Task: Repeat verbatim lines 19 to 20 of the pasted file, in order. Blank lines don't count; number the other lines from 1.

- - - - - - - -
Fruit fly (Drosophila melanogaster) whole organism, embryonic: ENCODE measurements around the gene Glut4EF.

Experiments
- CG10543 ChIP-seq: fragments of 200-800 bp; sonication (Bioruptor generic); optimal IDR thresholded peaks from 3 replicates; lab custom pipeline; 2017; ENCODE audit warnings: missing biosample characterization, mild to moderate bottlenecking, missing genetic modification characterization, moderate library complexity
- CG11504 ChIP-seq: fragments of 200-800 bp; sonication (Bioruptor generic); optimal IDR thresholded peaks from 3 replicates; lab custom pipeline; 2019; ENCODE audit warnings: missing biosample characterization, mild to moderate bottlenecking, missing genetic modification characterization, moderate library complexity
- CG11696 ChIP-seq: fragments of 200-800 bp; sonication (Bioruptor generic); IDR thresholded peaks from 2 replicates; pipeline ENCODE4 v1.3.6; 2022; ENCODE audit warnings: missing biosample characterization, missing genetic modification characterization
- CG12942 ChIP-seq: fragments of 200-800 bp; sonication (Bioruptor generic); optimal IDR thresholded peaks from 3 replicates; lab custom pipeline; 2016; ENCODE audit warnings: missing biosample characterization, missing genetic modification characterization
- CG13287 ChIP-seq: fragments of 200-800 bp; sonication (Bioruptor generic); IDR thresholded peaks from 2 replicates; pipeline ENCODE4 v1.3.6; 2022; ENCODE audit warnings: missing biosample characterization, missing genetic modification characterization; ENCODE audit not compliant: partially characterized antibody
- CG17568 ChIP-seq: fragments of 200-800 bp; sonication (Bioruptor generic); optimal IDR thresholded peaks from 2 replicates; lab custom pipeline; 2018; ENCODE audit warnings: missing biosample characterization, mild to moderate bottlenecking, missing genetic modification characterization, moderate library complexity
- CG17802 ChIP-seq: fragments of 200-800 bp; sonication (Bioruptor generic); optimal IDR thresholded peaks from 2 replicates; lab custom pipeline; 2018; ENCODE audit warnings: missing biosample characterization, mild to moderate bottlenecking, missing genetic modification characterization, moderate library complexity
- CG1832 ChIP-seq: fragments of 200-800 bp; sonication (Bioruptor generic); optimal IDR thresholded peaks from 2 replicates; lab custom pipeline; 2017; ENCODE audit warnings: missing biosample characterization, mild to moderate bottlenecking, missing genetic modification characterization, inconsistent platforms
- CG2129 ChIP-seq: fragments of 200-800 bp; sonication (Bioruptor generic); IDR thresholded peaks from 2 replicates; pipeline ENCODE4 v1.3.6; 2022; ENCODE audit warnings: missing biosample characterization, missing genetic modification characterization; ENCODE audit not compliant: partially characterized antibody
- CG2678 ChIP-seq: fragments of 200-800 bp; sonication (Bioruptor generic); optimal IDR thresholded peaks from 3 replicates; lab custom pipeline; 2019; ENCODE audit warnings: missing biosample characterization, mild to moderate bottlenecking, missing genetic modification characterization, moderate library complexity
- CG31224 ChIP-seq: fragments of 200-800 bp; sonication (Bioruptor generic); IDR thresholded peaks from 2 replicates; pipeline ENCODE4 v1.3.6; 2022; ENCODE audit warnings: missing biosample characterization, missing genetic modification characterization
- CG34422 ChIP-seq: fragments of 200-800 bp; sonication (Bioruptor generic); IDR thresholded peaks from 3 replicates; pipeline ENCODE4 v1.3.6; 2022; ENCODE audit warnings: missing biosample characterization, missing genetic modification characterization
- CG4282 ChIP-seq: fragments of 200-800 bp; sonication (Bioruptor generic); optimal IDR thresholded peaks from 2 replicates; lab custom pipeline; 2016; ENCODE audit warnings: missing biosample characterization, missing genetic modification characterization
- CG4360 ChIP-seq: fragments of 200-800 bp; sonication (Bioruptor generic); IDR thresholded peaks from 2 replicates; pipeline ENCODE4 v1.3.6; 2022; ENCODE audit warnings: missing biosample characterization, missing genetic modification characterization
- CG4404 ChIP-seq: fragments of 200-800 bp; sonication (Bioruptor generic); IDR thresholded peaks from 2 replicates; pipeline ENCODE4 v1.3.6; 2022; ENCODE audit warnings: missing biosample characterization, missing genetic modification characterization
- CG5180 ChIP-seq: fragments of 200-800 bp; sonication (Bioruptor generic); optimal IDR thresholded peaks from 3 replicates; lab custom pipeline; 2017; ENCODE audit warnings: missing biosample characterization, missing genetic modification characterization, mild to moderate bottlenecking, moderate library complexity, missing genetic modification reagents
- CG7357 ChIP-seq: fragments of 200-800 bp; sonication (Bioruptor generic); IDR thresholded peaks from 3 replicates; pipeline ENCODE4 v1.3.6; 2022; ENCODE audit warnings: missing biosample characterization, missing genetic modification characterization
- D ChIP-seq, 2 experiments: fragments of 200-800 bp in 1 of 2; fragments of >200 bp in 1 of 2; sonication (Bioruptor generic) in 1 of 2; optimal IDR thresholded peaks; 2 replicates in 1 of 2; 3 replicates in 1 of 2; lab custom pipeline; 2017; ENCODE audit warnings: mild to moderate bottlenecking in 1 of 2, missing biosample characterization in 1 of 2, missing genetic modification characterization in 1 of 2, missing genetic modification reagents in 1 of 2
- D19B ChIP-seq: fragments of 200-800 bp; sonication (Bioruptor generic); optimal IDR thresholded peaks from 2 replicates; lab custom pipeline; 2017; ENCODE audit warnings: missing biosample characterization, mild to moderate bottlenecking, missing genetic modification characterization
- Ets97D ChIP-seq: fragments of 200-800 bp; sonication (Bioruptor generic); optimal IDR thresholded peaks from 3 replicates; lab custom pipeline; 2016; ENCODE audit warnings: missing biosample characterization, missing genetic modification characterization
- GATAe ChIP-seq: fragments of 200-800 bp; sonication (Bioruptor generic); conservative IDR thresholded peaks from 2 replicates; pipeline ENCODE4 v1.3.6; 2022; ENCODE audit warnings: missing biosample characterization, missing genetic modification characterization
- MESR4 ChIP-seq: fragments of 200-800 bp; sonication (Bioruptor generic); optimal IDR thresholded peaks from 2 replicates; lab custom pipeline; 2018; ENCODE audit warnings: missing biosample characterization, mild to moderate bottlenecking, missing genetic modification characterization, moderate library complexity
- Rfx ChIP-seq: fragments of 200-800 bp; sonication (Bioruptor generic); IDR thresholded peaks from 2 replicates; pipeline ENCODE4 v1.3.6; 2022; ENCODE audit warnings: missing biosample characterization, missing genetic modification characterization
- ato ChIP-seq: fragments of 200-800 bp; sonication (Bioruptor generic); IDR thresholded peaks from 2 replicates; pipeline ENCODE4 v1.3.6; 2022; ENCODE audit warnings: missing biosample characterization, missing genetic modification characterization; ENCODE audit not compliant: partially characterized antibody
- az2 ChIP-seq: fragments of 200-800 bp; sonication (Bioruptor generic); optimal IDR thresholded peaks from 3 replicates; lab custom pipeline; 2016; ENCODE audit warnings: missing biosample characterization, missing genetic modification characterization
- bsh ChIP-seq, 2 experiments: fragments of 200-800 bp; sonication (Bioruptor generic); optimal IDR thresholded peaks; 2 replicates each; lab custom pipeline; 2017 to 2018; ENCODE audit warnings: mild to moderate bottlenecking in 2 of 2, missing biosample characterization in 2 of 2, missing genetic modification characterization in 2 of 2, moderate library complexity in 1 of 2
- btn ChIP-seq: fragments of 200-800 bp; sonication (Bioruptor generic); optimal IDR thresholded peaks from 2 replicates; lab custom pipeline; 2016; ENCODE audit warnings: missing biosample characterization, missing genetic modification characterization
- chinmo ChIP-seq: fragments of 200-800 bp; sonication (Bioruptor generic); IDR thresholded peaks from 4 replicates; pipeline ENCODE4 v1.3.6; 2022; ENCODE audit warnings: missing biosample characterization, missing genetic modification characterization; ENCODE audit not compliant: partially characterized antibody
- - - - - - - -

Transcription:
- CG7357 ChIP-seq: fragments of 200-800 bp; sonication (Bioruptor generic); IDR thresholded peaks from 3 replicates; pipeline ENCODE4 v1.3.6; 2022; ENCODE audit warnings: missing biosample characterization, missing genetic modification characterization
- D ChIP-seq, 2 experiments: fragments of 200-800 bp in 1 of 2; fragments of >200 bp in 1 of 2; sonication (Bioruptor generic) in 1 of 2; optimal IDR thresholded peaks; 2 replicates in 1 of 2; 3 replicates in 1 of 2; lab custom pipeline; 2017; ENCODE audit warnings: mild to moderate bottlenecking in 1 of 2, missing biosample characterization in 1 of 2, missing genetic modification characterization in 1 of 2, missing genetic modification reagents in 1 of 2